Lack of preparedness makes for an asphyxiating crisis in just 8 weeks
The novel coronavirus disease (COVID-19) pandemic has emerged the second-biggest cause of death in India In a span of merely eight weeks, the Institute for Health Metrics and Evaluation (IHME) estimated.
COVID-19 overtook chronic obstructive pulmonary disease to be only behind ischemic heart disease among leading causes of death in the country: It killed an average 2,600 deaths a day (April 19, 2021), or 18,271 a week.
The pandemic jumped from the 26th position (Feb 22), causing an average 180 deaths per day, or 1,273 a week.
An increasingly fatal pandemic
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Down to Earth April 18 had warned that a rising toll could put COVID ahead of diabetes as the seventh-worst cause of death, based on the seven-day rolling average of new deaths.
Other top causes of deaths in India were: strokes (fourth), diarrhoeal diseases (fifth), neonatal disorders (sixth), lower respiratory infections (seventh), tuberculosis (eighth), diabetes mellitus (ninth) and chronic liver diseases, including cirrhosis (tenth)
Will COVID-19 beat heart diseases
There were the most unprecedented rise in daily new COVID-19 cases and deaths in April, following T a consistent spike in the daily figures since Feb 11: 340,140 cases on April 27, up from 11,145 on Feb 11.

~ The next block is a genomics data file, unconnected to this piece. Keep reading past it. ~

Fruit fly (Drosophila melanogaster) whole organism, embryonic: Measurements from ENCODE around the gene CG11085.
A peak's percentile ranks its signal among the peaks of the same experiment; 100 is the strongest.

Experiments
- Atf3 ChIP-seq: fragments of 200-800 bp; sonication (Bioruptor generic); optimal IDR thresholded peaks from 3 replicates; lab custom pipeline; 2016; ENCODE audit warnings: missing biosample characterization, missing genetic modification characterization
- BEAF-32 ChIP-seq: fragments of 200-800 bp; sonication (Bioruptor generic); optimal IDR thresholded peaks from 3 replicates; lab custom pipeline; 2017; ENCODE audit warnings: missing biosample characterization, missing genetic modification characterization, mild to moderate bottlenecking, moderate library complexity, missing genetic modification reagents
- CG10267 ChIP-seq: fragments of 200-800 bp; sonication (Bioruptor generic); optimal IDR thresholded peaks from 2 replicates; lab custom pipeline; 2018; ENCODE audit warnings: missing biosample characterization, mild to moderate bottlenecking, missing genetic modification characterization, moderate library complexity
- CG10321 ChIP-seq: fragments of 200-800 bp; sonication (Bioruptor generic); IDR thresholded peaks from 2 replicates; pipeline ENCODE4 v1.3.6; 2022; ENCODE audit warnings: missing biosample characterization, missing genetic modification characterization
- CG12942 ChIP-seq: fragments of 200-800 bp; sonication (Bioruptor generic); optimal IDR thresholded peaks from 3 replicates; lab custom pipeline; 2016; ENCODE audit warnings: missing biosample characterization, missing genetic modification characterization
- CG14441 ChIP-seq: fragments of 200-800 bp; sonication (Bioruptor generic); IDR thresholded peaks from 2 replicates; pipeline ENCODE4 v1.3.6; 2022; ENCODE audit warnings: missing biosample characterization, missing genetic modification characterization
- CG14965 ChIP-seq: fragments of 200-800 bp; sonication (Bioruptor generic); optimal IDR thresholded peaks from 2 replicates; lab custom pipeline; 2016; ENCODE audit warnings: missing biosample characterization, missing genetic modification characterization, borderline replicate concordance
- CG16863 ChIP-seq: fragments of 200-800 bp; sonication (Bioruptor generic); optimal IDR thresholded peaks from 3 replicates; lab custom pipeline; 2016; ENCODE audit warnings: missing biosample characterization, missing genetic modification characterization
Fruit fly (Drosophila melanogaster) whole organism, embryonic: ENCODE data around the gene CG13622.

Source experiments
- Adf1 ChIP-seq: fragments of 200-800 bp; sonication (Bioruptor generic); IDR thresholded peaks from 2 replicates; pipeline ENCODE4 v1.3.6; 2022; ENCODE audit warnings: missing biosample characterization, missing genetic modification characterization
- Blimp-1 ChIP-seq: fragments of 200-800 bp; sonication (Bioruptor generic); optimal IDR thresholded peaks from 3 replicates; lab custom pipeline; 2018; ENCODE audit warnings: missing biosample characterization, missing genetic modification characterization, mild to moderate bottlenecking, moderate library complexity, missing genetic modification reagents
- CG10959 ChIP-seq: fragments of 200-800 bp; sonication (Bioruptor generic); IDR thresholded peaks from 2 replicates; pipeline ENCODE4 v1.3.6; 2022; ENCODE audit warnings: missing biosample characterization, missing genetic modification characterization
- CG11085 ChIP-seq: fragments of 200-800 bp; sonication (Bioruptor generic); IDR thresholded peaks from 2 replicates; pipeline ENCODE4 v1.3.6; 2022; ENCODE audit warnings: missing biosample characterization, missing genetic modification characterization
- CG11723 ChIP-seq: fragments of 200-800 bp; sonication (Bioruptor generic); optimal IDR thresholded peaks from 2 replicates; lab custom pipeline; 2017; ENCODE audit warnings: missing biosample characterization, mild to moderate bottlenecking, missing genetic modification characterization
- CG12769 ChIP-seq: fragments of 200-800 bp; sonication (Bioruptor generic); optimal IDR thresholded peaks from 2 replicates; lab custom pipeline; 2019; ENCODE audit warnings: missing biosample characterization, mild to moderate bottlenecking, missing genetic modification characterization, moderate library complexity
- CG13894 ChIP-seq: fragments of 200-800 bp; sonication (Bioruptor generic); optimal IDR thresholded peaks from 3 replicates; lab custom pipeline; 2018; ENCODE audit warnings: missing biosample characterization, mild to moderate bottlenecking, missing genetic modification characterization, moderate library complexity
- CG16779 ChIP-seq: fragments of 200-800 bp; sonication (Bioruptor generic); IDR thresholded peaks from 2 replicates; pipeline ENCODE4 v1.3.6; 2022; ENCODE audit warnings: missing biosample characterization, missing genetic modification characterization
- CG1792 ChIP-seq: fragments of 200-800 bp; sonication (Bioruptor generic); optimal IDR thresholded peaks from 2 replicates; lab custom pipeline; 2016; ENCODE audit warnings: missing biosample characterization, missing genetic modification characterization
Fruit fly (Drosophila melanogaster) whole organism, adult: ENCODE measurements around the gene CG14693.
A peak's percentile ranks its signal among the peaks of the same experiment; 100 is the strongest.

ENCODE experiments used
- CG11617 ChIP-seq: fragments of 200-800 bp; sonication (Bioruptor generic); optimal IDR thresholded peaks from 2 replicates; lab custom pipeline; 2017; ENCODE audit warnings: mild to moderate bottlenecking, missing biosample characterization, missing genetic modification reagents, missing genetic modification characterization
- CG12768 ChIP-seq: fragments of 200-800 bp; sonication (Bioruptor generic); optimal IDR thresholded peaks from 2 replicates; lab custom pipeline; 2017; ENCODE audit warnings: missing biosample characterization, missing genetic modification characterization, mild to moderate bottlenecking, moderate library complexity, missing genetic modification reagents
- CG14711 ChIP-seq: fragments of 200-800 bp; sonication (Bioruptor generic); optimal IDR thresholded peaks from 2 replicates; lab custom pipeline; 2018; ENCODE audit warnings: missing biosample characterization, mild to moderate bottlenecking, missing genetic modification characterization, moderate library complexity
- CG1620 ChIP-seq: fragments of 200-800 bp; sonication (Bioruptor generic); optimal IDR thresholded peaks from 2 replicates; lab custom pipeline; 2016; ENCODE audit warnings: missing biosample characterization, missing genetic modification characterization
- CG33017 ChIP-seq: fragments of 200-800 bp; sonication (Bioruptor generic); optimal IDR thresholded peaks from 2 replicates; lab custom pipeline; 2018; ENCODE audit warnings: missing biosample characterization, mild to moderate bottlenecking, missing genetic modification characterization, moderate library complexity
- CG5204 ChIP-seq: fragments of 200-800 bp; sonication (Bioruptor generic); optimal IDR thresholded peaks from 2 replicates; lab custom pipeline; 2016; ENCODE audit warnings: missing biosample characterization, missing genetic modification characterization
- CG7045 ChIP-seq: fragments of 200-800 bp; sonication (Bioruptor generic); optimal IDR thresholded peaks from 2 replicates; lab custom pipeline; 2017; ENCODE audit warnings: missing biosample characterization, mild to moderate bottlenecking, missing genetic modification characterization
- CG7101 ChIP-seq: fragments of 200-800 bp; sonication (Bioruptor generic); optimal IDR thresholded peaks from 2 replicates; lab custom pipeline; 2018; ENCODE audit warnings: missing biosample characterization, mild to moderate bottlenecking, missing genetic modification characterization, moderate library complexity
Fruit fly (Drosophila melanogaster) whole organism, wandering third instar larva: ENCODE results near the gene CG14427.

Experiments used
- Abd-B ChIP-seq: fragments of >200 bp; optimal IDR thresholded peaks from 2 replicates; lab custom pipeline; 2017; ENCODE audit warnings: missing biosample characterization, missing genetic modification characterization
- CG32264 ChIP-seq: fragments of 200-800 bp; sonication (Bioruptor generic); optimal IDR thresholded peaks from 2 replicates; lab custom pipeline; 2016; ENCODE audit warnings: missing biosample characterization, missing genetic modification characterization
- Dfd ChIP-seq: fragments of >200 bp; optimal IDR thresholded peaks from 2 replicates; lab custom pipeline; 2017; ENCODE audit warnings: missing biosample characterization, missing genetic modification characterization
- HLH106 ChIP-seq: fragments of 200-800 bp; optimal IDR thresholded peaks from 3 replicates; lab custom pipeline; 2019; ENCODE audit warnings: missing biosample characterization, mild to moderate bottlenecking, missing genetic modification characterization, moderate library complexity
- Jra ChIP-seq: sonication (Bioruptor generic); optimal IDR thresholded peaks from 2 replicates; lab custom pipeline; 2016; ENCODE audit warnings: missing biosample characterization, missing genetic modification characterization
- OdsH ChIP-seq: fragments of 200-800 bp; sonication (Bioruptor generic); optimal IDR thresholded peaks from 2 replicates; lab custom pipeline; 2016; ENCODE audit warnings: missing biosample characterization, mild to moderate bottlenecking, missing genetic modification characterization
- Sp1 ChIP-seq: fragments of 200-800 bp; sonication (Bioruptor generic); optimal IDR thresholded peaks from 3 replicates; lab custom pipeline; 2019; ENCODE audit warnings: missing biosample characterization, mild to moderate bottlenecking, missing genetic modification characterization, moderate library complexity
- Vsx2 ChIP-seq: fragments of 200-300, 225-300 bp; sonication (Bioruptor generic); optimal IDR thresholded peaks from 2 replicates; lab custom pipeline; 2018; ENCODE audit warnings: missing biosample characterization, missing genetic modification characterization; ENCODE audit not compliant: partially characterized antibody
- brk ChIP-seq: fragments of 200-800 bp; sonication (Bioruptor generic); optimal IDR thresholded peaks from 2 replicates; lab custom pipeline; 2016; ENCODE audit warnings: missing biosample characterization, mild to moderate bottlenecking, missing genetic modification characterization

India recorded 3,645 COVID-19 deaths 28 April, according to the Union health ministry. The toll increased 56 per cent in preceding seven days.
The death row
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Underestimating a man-made crisis
More than 208,000 people have died of COVID-19, records state; but the real toll may be higher in, according to experts and media reports.
This pandemic is deadlier than the deadliest natural disasters that stuck India in the last two decades.
Natural disasters like the floods and cyclones have been attributed to impacts of climate attributed to human activities. COVID-19, especially its second wave, too can be said to be a man-made disaster: Lives were lost due to lack of preparedness and the poor state of health infrastructure.
The ‘double mutant’ B.1.617 Indian variant of SARS-CoV-2 has heightened risk; but more importantly, an already poor healthcare infrastructure crumbled across the country; lack of medical oxygen endangered lives, even extinguished them.
The Union health minister should stop consoling the country by saying that India’s case fatality rate (CFR) is the lowest at 1.11 per cent, because in absolute numbers it is an inhumanely large toll.
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